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Gurdon Institute Seminar Series

Dates and speakers for upcoming seminars

The Gurdon Institute Seminar Series runs mostly during the Michaelmas and Lent terms, every 2 to 4 weeks, and is usually at 11.30am on a Tuesday, in the Biochemistry Lecture Theatre, Sanger Building, Tennis Court Road. Everyone is welcome to attend.

The full list of confirmed dates, speakers and locations is updated regularly on Talks.cam.

Our next speaker (Tuesday 28 January 2020, 11:30am) will be Elaine Fuchs, Investigator, Howard Hughes Medical Institute and Rebecca C. Lancefield Professor, Rockefeller University, New York, USA. Her talk title will be 'Stem Cells in Silence, Action and Cancer'.

Later the same day we have a second speaker, hosted by the Gurdon PhD Society (GPS): Eduardo Moreno, Champalimaud Centre for the Unknown, Lisbon. Tuesday 28th January, 2:30pm, Biochemistry LT

 

Studying development to understand disease

The Gurdon Institute is funded by Wellcome and Cancer Research UK to study the biology of development, and how normal growth and maintenance go wrong in cancer and other diseases.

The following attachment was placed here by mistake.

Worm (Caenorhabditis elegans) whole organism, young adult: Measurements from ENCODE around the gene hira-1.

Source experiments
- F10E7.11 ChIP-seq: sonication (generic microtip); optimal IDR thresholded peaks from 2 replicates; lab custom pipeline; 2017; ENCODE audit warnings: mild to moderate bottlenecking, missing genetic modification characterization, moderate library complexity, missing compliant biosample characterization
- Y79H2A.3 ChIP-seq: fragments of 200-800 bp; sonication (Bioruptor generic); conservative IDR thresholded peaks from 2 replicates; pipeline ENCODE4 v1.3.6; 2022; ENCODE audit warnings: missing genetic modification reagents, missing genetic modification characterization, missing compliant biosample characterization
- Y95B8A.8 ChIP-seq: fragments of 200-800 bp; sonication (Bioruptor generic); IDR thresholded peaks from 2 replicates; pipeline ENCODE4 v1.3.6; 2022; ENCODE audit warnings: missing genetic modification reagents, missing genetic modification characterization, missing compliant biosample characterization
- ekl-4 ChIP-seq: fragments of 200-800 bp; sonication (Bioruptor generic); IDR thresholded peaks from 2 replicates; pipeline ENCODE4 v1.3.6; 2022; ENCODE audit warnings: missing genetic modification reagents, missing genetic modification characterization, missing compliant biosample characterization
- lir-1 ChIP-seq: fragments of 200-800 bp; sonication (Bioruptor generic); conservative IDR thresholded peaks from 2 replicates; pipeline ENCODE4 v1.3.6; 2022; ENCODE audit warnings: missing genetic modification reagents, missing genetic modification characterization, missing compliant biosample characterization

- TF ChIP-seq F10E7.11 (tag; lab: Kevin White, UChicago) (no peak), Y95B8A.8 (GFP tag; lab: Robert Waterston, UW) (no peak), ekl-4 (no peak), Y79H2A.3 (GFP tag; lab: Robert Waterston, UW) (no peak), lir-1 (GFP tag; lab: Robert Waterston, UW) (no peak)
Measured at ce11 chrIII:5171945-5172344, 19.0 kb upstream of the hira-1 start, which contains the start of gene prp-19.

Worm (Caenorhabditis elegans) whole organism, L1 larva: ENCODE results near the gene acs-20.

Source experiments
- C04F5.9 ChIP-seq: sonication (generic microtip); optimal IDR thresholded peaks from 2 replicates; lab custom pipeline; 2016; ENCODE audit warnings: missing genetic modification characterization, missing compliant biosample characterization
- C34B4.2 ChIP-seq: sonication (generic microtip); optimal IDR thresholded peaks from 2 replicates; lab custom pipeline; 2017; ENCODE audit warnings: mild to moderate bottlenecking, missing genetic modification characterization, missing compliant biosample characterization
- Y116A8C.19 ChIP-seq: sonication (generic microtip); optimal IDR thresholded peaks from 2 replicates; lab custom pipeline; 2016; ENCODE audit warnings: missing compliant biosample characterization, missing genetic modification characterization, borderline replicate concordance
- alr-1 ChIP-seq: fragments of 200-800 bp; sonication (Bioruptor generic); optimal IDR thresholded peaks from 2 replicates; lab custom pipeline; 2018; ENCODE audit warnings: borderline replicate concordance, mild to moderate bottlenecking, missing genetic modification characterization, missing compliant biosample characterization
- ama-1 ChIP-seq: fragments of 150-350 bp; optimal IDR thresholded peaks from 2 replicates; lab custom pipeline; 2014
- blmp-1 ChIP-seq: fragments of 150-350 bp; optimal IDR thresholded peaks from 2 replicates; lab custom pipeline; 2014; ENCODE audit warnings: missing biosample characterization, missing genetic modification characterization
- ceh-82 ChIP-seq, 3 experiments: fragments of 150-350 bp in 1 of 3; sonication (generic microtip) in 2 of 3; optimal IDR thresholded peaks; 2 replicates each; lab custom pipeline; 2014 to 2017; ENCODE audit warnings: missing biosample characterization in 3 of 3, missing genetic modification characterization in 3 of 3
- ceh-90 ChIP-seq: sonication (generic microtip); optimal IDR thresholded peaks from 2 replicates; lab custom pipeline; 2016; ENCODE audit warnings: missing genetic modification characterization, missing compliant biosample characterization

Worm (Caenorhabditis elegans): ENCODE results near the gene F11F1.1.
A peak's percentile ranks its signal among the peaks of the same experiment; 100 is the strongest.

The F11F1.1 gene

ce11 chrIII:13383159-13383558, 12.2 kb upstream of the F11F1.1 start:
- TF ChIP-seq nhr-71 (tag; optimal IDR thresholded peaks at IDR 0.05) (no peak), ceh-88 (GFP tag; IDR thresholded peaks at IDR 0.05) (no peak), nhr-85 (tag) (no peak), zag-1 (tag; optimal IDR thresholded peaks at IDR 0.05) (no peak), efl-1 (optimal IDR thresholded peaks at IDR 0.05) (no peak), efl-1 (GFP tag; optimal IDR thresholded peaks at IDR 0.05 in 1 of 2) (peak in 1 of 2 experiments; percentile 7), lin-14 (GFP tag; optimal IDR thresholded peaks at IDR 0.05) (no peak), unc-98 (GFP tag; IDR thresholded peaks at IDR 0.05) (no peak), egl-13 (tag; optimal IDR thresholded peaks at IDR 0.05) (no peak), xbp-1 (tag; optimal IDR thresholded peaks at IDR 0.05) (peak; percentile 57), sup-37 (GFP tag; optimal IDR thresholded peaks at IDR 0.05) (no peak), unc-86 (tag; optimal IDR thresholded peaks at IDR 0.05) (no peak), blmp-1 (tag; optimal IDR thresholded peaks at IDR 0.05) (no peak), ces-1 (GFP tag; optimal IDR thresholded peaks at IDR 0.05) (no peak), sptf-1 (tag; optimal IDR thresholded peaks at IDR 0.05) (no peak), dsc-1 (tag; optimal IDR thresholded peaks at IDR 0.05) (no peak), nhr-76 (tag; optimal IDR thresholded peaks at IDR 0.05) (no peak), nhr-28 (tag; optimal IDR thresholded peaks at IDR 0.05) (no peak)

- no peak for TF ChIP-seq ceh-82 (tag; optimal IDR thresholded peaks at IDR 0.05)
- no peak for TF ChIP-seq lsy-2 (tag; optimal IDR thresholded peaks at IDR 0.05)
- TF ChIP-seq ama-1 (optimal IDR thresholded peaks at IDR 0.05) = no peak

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Ancestral Hybridisation Facilitated Species Diversification in the Lake Malawi Cichlid Fish Adaptive Radiation

Mapping and editing animal mitochondrial genomes: can we overcome the challenges?

The role of integrins in Drosophila egg chamber morphogenesis

A Genome-wide Screen Reveals that Reducing Mitochondrial DNA Polymerase Can Promote Elimination of Deleterious Mitochondrial Mutations

Genetic predisposition to mosaic Y chromosome loss in blood

MDC1 PST-repeat region promotes histone H2AX-independent chromatin association and DNA damage tolerance

Checkpoint inhibition of origin firing prevents DNA topological stress

Small Molecule Inhibition of UBE2T/FANCL-mediated Ubiquitylation in the Fanconi Anemia Pathway

Epigenetic remodelling licences adult cholangiocytes for organoid formation and liver regeneration

Neurogenin3 phosphorylation controls reprogramming efficiency of pancreatic ductal organoids into endocrine cells

Mitochondrial heteroplasmy beyond the oocyte bottleneck

Mutations in thyroid hormone receptor α1 cause premature neurogenesis and progenitor cell depletion in human cortical development

Neural stem cell temporal patterning and brain tumour growth rely on oxidative phosphorylation

Testing the role of SOX15 in human primordial germ cell fate

Genome architecture and stability in the Saccharomyces cerevisiae knockout collection

Long noncoding RNAs are involved in multiple immunological pathways in response to vaccination

Link to full list on PubMed